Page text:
Objective : The understanding of long-term hepatotoxicity from transarterial chemoembolization (TACE) and transarterial radioembolization (TARE) is currently evolving. We compared the manifestations of liver injury following TACE and TARE in patients with neuroendocrine tumor (NET).
Methods : IRB-approved single-institution retrospective analysis of all NET patients receiving TACE from 2006-2016 and TARE from 2005-2014 and surviving at least one year from the initial treatment. Patients receiving only TACE (n=63) or TARE (n=28) were evaluated for the presence or absence of durable hepatic toxicities occurring at least 6 months after the initial treatment. The definition and grading of liver injury was adapted from the Common Terminology Criteria for Adverse Events Version 4.0 and was characterized by the presence of Grade 3 or above laboratory or clinical toxicities. Statistical analysis was performed with Fisher's exact test and Welch's t test.
Results : Chronic hepatic toxicity occurred in 22% (14/63) of TACE patients with a total of 26 Grade 3-4 events, with elevation of bilirubin being the most common, compared to 29% (8/28) of TARE patients with 16 Grade 3-4 and 2 Grade 5 events, with ascites being the most frequent. The mean follow-up for patients was 3.2 years for TACE and 3 years for TARE. There were more laboratory toxicities in the TACE group (65% vs. 38% of recorded toxicities, p = 0.11) and fewer Grade 4-5 injuries (6% vs. 27% of patients, p = 0.06). There were no significant differences in the number of patients receiving hepatotoxic chemotherapy (6% vs. 7%, p > 0.99), but patients undergoing TACE received more treatments (2.5 vs. 2, p = 0.07). There was also a significantly higher number of patients experiencing intrahepatic progression of disease in the TACE cohort compared to TARE (75% vs. 43%, p = 0.005).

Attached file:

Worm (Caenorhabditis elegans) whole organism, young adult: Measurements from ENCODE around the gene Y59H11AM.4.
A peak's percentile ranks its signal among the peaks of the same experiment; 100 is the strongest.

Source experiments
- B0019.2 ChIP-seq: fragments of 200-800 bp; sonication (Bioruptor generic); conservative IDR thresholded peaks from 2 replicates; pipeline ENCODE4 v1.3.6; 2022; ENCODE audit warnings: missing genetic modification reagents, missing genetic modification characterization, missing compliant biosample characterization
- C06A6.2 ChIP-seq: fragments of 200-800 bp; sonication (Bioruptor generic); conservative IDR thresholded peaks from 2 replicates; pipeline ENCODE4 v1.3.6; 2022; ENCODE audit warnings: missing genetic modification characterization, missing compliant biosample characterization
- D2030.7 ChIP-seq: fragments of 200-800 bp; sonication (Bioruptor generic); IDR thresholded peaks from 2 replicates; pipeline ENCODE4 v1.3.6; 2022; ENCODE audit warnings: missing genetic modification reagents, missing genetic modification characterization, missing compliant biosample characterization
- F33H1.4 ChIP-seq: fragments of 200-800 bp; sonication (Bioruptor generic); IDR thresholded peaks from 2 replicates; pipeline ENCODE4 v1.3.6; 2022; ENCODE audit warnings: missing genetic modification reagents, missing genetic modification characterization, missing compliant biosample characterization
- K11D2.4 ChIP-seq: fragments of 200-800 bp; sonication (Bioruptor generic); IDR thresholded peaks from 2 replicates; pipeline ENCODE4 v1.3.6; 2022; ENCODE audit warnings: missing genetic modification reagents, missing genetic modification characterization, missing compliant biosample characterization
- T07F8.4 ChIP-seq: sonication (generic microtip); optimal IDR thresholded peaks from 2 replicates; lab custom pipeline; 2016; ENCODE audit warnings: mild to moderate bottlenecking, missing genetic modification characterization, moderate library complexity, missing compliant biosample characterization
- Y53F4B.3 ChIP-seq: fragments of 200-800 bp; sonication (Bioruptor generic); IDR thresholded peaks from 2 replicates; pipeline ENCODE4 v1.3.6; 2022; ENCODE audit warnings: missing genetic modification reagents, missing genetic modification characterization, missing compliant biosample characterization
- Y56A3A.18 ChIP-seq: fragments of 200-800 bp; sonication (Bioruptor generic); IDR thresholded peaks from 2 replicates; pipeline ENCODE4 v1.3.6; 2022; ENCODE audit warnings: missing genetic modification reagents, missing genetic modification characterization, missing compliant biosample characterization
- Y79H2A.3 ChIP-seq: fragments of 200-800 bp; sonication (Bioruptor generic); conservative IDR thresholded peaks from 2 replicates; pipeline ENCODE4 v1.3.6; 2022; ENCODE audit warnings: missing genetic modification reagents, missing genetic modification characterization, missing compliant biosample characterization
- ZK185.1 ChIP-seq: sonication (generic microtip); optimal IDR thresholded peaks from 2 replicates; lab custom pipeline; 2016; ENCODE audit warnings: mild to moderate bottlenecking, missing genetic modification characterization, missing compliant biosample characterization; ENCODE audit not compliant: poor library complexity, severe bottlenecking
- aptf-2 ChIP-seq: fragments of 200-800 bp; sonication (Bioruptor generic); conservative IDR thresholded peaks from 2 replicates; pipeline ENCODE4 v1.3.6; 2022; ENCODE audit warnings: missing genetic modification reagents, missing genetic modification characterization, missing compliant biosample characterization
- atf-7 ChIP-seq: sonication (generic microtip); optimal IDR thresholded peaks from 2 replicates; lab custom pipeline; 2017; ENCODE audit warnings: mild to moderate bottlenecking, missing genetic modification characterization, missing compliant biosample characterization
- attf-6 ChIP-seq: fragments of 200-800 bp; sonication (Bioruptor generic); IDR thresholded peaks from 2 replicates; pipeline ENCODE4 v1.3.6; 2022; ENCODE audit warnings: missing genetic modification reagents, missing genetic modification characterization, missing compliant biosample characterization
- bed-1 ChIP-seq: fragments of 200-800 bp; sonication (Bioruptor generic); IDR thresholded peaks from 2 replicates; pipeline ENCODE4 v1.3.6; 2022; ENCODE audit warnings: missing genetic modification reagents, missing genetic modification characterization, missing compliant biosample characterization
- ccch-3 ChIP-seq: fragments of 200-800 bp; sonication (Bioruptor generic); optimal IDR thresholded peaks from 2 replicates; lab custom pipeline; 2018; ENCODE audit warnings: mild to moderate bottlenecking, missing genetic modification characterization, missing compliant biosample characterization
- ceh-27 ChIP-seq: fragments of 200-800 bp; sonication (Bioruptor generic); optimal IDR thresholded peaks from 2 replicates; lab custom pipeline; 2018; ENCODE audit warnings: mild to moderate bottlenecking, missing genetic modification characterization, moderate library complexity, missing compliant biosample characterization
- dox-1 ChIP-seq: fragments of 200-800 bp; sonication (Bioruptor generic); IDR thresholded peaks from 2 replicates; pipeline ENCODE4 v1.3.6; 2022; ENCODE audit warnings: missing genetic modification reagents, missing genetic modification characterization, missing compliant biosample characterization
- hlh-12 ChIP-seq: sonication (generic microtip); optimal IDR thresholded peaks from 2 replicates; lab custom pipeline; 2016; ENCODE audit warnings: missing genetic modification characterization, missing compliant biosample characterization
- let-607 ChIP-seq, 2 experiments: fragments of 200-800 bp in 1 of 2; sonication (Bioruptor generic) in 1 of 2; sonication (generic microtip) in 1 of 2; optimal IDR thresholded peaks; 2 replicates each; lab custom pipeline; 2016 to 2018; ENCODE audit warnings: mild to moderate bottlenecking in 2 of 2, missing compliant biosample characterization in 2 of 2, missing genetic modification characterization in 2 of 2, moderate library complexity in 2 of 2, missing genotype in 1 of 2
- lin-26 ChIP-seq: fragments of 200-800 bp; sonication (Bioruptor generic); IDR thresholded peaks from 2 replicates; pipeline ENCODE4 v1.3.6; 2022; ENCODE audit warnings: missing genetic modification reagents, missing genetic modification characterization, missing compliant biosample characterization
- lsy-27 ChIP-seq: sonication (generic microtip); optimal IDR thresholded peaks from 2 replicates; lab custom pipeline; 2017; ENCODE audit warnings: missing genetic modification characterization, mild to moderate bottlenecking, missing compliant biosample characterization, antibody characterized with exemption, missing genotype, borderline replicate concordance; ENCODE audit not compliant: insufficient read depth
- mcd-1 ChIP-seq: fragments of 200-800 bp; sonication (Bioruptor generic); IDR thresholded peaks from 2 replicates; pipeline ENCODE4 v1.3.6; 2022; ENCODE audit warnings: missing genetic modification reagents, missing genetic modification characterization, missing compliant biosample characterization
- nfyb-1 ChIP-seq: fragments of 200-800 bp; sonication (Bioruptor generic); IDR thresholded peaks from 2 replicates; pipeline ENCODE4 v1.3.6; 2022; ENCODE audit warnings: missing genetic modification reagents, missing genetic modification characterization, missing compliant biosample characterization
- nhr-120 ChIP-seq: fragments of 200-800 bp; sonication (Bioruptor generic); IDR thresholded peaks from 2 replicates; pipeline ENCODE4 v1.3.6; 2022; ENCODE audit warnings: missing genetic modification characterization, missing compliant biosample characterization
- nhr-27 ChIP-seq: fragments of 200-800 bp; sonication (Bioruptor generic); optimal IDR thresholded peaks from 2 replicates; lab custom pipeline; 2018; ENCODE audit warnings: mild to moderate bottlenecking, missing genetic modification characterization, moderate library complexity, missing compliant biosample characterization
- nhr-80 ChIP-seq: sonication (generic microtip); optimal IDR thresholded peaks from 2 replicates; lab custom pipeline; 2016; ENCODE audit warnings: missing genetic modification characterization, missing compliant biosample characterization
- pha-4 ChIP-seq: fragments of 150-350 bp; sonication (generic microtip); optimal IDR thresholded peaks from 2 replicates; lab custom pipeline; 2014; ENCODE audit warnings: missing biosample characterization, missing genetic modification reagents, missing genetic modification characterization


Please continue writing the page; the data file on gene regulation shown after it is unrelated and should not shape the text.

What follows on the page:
Conclusions : Delayed hepatotoxicity from TACE and TARE occurred in 22% and 29% of patients, respectively, 6 months to several years following treatment. TACE-related toxicities on average were less severe and manifested primarily as laboratory derangements, compared to TARE which consisted of clinical abnormalities.